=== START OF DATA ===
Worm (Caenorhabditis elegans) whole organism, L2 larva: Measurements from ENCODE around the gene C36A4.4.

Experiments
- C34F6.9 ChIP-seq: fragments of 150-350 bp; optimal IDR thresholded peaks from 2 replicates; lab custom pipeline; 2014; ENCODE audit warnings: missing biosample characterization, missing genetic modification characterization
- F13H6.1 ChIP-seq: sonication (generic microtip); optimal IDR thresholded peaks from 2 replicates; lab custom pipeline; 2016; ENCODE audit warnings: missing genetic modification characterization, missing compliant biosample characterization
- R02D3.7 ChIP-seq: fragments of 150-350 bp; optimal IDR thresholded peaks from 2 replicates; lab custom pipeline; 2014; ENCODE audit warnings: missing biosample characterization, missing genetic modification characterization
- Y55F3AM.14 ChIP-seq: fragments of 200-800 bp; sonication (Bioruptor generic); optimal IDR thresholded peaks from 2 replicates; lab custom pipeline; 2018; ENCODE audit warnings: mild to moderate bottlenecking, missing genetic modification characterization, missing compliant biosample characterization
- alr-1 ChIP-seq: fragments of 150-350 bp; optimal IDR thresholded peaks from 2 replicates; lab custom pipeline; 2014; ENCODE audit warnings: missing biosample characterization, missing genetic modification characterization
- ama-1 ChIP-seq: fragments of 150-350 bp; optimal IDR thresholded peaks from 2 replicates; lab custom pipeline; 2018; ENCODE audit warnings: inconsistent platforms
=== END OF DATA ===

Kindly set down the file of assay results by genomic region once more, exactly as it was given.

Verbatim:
Worm (Caenorhabditis elegans) whole organism, L2 larva: Measurements from ENCODE around the gene C36A4.4.

Experiments
- C34F6.9 ChIP-seq: fragments of 150-350 bp; optimal IDR thresholded peaks from 2 replicates; lab custom pipeline; 2014; ENCODE audit warnings: missing biosample characterization, missing genetic modification characterization
- F13H6.1 ChIP-seq: sonication (generic microtip); optimal IDR thresholded peaks from 2 replicates; lab custom pipeline; 2016; ENCODE audit warnings: missing genetic modification characterization, missing compliant biosample characterization
- R02D3.7 ChIP-seq: fragments of 150-350 bp; optimal IDR thresholded peaks from 2 replicates; lab custom pipeline; 2014; ENCODE audit warnings: missing biosample characterization, missing genetic modification characterization
- Y55F3AM.14 ChIP-seq: fragments of 200-800 bp; sonication (Bioruptor generic); optimal IDR thresholded peaks from 2 replicates; lab custom pipeline; 2018; ENCODE audit warnings: mild to moderate bottlenecking, missing genetic modification characterization, missing compliant biosample characterization
- alr-1 ChIP-seq: fragments of 150-350 bp; optimal IDR thresholded peaks from 2 replicates; lab custom pipeline; 2014; ENCODE audit warnings: missing biosample characterization, missing genetic modification characterization
- ama-1 ChIP-seq: fragments of 150-350 bp; optimal IDR thresholded peaks from 2 replicates; lab custom pipeline; 2018; ENCODE audit warnings: inconsistent platforms